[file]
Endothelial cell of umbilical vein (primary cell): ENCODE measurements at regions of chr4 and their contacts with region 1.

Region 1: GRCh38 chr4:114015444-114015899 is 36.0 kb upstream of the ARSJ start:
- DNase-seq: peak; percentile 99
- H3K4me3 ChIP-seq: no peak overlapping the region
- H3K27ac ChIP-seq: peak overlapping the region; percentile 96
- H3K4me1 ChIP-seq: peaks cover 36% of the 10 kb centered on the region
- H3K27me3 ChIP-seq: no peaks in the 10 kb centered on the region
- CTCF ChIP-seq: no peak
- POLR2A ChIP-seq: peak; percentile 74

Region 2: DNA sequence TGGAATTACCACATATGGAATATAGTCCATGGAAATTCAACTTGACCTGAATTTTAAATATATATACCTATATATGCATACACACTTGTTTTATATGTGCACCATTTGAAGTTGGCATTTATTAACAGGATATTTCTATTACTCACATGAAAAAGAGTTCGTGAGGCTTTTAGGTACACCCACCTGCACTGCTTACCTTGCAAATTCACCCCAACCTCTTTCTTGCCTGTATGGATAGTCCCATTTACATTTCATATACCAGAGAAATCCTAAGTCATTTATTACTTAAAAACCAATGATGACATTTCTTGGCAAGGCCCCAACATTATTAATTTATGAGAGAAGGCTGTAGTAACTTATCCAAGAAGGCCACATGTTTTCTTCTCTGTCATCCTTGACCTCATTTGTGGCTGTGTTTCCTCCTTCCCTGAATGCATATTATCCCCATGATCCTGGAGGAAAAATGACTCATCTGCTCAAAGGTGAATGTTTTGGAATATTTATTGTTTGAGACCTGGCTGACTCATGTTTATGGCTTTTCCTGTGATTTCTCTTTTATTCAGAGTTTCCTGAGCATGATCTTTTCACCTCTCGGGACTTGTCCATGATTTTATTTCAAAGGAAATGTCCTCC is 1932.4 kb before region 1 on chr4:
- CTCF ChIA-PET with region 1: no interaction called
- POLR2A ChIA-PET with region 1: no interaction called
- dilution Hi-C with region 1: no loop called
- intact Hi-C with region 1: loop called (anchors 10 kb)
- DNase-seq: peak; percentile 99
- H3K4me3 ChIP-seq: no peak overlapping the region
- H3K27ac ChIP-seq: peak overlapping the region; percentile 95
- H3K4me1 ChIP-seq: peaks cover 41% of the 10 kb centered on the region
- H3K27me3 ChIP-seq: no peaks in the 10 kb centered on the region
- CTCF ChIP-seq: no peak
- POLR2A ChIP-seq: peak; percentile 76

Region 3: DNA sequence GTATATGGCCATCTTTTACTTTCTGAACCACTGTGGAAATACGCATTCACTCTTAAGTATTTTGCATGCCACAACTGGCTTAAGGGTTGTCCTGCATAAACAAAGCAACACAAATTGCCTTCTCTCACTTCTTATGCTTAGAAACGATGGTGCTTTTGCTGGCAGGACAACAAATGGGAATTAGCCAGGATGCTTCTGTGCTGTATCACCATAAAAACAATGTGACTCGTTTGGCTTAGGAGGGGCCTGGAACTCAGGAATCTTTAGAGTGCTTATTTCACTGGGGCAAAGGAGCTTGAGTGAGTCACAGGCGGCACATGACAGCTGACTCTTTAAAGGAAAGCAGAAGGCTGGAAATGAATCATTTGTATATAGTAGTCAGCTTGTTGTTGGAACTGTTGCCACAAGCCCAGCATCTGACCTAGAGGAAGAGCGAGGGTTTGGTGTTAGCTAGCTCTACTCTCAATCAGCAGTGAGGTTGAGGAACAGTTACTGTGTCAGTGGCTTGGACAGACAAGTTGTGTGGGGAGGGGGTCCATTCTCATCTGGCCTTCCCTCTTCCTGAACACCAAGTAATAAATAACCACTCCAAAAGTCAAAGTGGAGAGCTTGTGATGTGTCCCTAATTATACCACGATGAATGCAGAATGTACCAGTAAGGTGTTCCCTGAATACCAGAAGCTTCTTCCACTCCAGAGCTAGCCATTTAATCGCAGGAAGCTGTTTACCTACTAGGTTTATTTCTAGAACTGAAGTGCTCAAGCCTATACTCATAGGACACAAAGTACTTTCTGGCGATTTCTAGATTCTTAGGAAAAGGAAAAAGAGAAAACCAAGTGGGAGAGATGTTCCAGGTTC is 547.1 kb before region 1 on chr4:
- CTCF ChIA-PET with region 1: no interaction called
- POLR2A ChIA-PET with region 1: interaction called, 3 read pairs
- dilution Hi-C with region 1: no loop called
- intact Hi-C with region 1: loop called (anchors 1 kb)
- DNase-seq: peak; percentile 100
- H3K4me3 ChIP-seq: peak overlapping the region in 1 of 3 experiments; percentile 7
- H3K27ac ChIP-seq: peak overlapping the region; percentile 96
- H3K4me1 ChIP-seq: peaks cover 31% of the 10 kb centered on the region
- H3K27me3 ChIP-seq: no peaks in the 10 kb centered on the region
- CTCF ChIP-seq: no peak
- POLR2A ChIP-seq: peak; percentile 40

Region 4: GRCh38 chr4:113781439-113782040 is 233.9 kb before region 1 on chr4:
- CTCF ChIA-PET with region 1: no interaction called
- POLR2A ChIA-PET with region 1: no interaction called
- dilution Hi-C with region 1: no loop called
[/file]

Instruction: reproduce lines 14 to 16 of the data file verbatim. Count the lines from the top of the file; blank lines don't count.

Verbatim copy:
- intact Hi-C with region 1: loop called (anchors 10 kb)
- DNase-seq: peak; percentile 99
- H3K4me3 ChIP-seq: no peak overlapping the region